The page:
Selective Use of Decentralization Methods Best Bet for Most Trials Postpandemic
For more than a year, sponsors have been working with some form of decentralized trials (DCT) and are seeing more clearly how some protocols are benefitting — and some not — from specific elements of decentralization.
Not every trial is suited to a completely decentralized approach, says Andrew MacKinnon, decentralized trials lead at e-solutions provider Medable, but that doesn’t mean sponsors can’t adopt some of the most beneficial elements.
“Quite often, value can be put into trials that are perceived as a poor fit for these decentralized approaches,” MacKinnon says. “There isn’t really a case study or a situation we’ve seen yet where a DCT approach cannot be implemented. It’s the fact that it was the right DCT approach for this particular protocol and this particular patient population that helped bring these successful outcomes.”
The greatest value of DCT approaches, according to a recent survey conducted by WCG Avoca, is participant retention. In a poll of 229 sponsors and CROs, 55 percent of sponsors and 57 percent of CROs believe DCT elements can help boost participant retention in clinical trials, making it one of the top six drivers for adoption and effective use of DCT elements in a protocol.
The survey also found that increasing protocol compliance was another top driver for 46 percent of sponsors and 20 percent of CROs. Increasing study participant diversity was an important factor for 23 percent of sponsors and 20 percent of CROs, while accelerating timelines for individual clinical trials was cited by 24 percent of sponsors and 20 percent of CROs, and increasing data completeness and accuracy was a key factor for 23 percent of sponsors and 10 percent of CROs.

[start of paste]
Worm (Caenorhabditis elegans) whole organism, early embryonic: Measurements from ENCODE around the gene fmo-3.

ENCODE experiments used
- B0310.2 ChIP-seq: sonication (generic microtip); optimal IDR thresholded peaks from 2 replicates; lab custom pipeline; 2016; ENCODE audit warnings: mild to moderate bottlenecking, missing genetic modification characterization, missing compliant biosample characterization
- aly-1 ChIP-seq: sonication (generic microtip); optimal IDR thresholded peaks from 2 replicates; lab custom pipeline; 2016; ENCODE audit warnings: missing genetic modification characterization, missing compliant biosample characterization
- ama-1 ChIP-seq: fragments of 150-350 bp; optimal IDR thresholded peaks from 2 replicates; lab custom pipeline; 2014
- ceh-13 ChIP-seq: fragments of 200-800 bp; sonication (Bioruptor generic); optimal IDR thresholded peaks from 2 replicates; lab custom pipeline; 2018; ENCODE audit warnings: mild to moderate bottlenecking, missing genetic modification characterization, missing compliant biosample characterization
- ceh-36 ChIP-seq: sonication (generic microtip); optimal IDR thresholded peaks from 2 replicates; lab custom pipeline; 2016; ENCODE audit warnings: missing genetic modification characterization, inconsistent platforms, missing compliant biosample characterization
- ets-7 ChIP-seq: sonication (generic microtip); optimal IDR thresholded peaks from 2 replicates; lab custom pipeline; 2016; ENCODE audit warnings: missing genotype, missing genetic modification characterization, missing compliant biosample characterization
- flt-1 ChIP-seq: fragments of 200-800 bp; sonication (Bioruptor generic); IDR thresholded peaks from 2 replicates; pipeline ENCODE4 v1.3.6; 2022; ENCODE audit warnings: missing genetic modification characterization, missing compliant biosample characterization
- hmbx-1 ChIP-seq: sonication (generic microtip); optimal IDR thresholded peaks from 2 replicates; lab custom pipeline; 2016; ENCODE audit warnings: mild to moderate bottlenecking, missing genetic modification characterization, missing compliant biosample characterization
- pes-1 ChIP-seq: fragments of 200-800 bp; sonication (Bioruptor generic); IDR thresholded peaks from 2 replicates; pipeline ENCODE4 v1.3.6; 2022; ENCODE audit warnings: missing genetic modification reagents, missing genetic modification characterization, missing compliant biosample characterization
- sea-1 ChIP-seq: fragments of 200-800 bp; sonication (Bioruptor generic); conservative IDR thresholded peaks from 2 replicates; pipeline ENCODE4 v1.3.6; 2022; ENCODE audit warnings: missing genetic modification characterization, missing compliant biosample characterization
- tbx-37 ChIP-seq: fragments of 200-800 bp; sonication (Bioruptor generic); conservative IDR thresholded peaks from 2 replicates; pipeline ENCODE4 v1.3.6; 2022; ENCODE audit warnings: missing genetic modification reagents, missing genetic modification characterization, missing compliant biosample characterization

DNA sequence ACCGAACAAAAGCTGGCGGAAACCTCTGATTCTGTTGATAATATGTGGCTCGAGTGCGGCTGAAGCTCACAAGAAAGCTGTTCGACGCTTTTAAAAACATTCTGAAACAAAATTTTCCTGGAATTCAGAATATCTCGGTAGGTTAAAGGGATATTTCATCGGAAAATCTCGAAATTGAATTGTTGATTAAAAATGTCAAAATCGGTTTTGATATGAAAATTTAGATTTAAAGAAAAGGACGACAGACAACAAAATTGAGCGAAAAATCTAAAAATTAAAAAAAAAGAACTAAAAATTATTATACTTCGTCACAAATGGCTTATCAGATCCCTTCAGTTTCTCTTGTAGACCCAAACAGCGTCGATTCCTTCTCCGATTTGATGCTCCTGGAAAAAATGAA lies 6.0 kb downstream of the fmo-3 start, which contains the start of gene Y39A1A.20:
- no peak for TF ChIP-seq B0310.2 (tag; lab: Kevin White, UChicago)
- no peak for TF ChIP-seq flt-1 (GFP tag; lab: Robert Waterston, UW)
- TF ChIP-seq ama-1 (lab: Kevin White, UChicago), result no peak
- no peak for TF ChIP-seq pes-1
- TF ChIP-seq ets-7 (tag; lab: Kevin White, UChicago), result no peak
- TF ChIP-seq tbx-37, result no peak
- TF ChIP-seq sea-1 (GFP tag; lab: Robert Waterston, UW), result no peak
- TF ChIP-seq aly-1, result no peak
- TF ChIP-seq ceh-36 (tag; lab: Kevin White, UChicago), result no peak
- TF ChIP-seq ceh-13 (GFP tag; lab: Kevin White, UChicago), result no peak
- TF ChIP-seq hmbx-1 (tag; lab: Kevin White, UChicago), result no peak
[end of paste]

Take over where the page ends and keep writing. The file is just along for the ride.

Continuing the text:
Cristin MacDonald, vice president for client delivery at WCG Avoca, says some sponsors fear that the path forward postpandemic is to use all DCT approaches “without really evaluating which ones are going to provide the most value and which are an add-on just for the sake of adding it on.” But MacKinnon said those fears can be mitigated by finding the right fit for DCT approaches to each protocol.
“Take a look at the protocol, the outcomes, what you’re looking to collect,” he said. “What are the problems with that particular patient population? Is it enrollment, compliance or retention? Then address those specific issues and deploy decentralized elements to fit that particular piece. That way you’re not throwing the decentralized kitchen sink at a protocol, you’re just picking the right elements that work and will return value.”